Essence – the basic, real and invariable nature of a thing or its significant features

At Community Circles we set out with the aim of developing circles of support at scale so that everyone can benefit.  We knew circles of support had been around for a long time and led to great things for people but weren’t available to everyone and we wanted to change that.

We’ve been moving towards that aim for the past five years; partnered with a variety of organisations, celebrated successes, overcome challenges, seen great things achieved for people and wider ripples that have had a positive impact on communities.

We’ve learnt a huge amount

As an organisation we want to make sure we continue to evolve, listen and learn and act on what we hear

All Circles are different because they are made up of unique individuals with different histories and experiences and some people already have connections whilst others need to be developed.

As Connectors, we have stories and learning to share, and recognised at our recent Community of Practice the variety within the Circles that we were supporting.

So what is the essence of a Community Circle?  What’s at the heart of every Circle?

People, conversations, ideas, making a change, achieving something…

A Circle is based on what matters to the person;

  • What do you want to do more of?
  • What can we help with?
  • What did you enjoy that you don’t do anymore?
  • What’s not so good that you’d like to change?
  • How can we help your wellbeing?


The person is at the centre of their Circle, with those who love and care for them, supported by a volunteer

  • Circles are empowering
  • The person is in control
  • They give people a voice
  • Circles focus on ‘with’ the person, not doing things ‘to’ a person


Everyone has something to contribute

  • An idea, an action, a connection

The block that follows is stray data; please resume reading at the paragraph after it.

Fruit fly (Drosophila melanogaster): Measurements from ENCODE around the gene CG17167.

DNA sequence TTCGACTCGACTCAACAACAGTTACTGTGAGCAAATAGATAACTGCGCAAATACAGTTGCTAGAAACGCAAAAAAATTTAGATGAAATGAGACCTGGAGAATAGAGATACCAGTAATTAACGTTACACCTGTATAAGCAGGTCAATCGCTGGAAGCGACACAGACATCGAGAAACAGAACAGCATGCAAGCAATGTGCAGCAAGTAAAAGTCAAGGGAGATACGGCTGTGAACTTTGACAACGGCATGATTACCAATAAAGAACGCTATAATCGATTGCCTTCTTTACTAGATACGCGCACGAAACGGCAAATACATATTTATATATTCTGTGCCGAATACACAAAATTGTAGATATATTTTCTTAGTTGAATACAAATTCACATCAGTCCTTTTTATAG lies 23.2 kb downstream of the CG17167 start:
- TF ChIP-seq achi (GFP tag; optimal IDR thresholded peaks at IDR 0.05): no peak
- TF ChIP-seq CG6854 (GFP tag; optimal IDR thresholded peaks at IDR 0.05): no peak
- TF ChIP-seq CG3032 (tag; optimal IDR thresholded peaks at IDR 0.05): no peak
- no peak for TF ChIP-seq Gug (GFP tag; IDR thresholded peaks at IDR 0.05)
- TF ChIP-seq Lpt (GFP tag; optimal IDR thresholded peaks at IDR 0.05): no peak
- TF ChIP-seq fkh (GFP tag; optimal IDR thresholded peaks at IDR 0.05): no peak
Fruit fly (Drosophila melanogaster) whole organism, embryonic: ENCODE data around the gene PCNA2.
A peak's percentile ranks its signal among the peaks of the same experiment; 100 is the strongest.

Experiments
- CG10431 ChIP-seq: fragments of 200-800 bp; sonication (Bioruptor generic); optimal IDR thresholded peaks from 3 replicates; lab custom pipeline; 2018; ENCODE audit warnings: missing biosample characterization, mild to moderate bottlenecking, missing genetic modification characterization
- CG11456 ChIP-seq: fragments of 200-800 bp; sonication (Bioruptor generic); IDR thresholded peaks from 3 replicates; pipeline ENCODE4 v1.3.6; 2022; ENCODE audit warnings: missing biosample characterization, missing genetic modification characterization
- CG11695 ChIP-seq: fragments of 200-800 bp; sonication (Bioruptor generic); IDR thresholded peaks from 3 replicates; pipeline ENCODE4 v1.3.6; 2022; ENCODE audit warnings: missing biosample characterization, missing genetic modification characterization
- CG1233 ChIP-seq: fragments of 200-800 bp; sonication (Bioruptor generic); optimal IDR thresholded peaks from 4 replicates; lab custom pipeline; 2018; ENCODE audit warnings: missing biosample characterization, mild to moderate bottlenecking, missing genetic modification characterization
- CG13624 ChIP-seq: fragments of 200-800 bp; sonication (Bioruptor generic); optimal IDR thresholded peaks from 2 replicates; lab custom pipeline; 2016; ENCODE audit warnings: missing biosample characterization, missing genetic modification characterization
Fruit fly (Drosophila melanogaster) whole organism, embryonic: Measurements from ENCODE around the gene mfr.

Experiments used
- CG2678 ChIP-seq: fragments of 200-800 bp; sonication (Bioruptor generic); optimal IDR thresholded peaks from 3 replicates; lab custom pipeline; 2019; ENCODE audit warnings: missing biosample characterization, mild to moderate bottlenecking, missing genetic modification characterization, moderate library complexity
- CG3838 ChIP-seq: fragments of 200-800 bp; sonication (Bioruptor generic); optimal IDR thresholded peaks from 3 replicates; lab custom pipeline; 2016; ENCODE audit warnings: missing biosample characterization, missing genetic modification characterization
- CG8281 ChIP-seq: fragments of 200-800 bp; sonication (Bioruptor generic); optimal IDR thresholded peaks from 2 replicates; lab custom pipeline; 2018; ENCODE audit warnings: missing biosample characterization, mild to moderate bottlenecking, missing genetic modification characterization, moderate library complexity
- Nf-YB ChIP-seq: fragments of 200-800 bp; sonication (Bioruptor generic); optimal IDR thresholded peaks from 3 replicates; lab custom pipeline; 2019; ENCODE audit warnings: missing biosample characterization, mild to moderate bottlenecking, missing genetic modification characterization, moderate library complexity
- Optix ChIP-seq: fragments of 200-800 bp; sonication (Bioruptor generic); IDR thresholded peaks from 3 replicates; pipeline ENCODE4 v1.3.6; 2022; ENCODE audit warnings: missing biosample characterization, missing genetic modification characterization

• Who knows who, who knows what
  • Natural ideas that flourish when people come together to make a difference
  • Our communities are rich in gifts and assets


Circles help people feel more connected

  • To loved ones, family and friends
  • To their neighbours and local communities
  • To people with shared interests


Circles make changes

  • What is heard is acted on
  • Circle members agree to do something, to take on an action


Circles use tools and ways of recording information to support the conversation

  • Thinking about what’s working and not working in someone’s life
  • What does this information tell us about what we can do to change things
  • What next? How do we keep making progress?


Though each Circle may be different, at the heart of the Circle are these elements

Here’s how the essence shines through at Irene’s Circle;

Julie, the volunteer, chats with Irene and her family, lovely conversation getting to know each other and sharing stories of favourite times and shared experiences.  Through chatting, over a good cup of tea, we learn of Irene’s love of her time in the land army.  Family tell us it’s her favourite thing to chat about.  Julie checks with Irene whether she’d like more opportunities to share her stories and Irene is very keen.

Everyone natters and share their ideas, people agree to do things, Julie agrees to get in touch with the local school and see if the children are interested in visiting Irene and hearing about the land army.

The visit from school is wonderful and next time everyone chats about what was great and, if anything, what could have been better.  The conversation carries on to think about other ideas to support Irene…

Through her Circle, Irene has more opportunities to do the things she enjoys, has more people in her life and continues to connect and contribute to her community.

The beauty of a Community Circle is capturing the essence and together making a difference in a persons life

If you want to be part of making a difference, get in touch


Cath Barton

Community Circles Connector